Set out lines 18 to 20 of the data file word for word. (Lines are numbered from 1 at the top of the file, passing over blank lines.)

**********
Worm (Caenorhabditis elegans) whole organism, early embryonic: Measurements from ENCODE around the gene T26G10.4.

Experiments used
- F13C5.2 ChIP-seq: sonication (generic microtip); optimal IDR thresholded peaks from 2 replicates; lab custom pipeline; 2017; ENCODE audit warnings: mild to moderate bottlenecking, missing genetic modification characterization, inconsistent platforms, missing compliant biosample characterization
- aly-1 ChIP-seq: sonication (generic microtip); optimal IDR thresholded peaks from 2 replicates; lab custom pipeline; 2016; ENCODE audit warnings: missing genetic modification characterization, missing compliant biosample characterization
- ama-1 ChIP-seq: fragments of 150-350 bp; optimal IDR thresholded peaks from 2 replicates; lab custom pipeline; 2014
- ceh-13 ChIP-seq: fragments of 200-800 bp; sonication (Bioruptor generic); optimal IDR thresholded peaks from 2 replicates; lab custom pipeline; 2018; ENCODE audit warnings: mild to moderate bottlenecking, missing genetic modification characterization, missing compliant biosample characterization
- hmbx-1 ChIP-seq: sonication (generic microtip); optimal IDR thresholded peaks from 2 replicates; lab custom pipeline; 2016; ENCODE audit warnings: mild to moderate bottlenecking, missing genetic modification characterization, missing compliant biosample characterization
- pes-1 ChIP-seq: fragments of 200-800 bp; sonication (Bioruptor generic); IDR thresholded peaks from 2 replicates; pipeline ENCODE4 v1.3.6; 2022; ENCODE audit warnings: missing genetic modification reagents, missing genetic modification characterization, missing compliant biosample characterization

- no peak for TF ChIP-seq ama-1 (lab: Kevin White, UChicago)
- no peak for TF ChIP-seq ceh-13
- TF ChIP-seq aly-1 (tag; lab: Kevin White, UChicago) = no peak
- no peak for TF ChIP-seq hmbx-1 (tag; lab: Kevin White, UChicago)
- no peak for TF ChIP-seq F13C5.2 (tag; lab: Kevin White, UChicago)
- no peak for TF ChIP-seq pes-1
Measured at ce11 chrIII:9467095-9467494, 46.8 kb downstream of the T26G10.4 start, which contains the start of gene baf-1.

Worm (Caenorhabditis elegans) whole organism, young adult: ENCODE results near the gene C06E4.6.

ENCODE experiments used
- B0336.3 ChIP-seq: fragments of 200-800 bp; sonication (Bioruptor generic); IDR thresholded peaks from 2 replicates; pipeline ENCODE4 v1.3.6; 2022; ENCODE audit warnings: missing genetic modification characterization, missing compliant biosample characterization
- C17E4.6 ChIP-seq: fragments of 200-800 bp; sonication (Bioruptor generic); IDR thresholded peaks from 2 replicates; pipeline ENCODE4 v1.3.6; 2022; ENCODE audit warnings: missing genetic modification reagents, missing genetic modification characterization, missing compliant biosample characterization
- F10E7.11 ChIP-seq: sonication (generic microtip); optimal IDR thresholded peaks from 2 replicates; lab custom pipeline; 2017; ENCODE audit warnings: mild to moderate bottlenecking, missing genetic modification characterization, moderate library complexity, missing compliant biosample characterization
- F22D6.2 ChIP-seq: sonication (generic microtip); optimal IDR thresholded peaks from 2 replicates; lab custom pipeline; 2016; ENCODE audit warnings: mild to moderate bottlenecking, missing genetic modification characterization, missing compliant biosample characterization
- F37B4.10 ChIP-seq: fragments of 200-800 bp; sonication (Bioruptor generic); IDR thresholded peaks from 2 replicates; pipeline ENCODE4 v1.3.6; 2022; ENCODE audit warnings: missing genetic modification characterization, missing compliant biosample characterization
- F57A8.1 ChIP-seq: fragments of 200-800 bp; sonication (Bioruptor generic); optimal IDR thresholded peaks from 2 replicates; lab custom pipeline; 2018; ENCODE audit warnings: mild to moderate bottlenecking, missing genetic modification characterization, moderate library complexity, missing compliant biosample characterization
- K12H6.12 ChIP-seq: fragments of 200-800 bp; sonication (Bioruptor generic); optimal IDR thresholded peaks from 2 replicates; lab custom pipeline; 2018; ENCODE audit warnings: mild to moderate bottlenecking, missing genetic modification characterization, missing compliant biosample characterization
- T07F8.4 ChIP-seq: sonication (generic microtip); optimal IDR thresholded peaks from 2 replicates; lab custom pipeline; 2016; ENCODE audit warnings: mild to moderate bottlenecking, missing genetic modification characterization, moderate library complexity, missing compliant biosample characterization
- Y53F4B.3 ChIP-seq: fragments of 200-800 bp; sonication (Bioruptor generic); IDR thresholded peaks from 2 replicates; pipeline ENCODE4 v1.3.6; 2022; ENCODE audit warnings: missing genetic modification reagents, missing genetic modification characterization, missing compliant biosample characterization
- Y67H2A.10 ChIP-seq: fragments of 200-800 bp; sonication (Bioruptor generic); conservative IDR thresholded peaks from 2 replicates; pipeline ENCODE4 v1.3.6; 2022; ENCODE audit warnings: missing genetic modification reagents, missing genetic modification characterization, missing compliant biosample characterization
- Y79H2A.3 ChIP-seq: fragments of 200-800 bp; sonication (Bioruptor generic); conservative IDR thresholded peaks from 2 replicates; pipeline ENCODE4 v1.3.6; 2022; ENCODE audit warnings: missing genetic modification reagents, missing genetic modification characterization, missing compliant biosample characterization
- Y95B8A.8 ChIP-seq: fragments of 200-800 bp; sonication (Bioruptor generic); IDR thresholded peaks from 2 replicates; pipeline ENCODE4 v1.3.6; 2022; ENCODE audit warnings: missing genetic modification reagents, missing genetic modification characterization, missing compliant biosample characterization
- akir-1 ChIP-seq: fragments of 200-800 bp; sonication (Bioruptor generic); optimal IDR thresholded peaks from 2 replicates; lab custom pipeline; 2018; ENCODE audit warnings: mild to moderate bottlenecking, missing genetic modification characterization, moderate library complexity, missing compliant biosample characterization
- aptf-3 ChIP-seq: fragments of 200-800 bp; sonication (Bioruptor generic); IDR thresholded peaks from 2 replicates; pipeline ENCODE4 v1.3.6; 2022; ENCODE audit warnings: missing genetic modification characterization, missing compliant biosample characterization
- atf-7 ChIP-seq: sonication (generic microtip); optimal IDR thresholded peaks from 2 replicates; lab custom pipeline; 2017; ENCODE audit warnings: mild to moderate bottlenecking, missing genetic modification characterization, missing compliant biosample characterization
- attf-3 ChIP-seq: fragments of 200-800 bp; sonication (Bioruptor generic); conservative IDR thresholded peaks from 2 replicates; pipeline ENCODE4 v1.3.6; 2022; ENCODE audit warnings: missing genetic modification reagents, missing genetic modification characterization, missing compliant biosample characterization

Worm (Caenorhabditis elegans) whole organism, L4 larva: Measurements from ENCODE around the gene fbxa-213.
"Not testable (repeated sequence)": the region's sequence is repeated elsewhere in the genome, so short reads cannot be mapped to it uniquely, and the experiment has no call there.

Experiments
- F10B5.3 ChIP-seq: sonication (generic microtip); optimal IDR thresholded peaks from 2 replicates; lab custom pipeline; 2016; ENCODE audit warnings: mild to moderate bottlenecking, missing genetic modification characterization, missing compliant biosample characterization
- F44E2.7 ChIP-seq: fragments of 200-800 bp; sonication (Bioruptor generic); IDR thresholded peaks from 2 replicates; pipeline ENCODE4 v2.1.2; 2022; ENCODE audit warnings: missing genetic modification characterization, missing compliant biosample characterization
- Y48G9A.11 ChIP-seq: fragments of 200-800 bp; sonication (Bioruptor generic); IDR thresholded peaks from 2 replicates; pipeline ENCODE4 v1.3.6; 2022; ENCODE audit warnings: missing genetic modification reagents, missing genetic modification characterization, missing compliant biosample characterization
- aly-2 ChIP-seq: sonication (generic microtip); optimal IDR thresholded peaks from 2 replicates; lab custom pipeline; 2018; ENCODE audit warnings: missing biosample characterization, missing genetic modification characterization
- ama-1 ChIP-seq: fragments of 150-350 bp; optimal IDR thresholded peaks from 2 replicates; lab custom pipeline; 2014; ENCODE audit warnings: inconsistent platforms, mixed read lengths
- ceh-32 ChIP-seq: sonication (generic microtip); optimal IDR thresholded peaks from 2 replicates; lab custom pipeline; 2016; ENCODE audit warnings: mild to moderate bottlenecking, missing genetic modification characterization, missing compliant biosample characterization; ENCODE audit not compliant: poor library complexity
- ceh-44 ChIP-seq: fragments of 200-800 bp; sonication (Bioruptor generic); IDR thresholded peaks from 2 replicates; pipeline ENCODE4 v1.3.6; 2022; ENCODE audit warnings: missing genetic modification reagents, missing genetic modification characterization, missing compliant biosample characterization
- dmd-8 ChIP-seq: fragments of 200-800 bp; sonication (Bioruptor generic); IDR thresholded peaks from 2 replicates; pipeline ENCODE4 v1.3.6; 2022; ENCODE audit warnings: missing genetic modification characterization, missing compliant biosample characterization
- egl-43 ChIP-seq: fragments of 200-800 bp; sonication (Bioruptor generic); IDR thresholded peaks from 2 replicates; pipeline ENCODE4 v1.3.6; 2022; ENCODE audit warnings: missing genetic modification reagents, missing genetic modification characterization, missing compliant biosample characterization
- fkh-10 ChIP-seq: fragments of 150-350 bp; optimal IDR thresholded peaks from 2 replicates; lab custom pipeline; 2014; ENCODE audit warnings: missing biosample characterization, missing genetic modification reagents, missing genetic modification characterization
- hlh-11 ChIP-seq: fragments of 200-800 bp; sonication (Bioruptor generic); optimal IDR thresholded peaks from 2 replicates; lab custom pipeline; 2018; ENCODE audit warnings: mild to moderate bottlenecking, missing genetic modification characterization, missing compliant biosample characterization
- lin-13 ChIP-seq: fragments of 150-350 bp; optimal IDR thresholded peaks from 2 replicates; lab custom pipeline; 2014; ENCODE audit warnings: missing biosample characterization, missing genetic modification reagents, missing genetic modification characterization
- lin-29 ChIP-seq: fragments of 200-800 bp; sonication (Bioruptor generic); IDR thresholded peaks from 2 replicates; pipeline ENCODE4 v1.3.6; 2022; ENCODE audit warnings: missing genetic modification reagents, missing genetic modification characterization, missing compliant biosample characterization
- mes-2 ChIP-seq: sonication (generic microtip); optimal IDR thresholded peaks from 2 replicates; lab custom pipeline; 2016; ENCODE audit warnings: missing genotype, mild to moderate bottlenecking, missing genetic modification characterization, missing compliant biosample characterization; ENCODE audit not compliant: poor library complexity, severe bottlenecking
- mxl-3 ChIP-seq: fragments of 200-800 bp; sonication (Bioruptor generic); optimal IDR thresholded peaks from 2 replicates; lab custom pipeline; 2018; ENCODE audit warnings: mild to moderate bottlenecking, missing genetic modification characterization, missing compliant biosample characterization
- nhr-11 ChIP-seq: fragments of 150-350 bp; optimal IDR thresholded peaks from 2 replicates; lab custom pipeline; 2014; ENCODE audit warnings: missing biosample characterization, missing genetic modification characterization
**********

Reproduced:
- B0336.3 ChIP-seq: fragments of 200-800 bp; sonication (Bioruptor generic); IDR thresholded peaks from 2 replicates; pipeline ENCODE4 v1.3.6; 2022; ENCODE audit warnings: missing genetic modification characterization, missing compliant biosample characterization
- C17E4.6 ChIP-seq: fragments of 200-800 bp; sonication (Bioruptor generic); IDR thresholded peaks from 2 replicates; pipeline ENCODE4 v1.3.6; 2022; ENCODE audit warnings: missing genetic modification reagents, missing genetic modification characterization, missing compliant biosample characterization
- F10E7.11 ChIP-seq: sonication (generic microtip); optimal IDR thresholded peaks from 2 replicates; lab custom pipeline; 2017; ENCODE audit warnings: mild to moderate bottlenecking, missing genetic modification characterization, moderate library complexity, missing compliant biosample characterization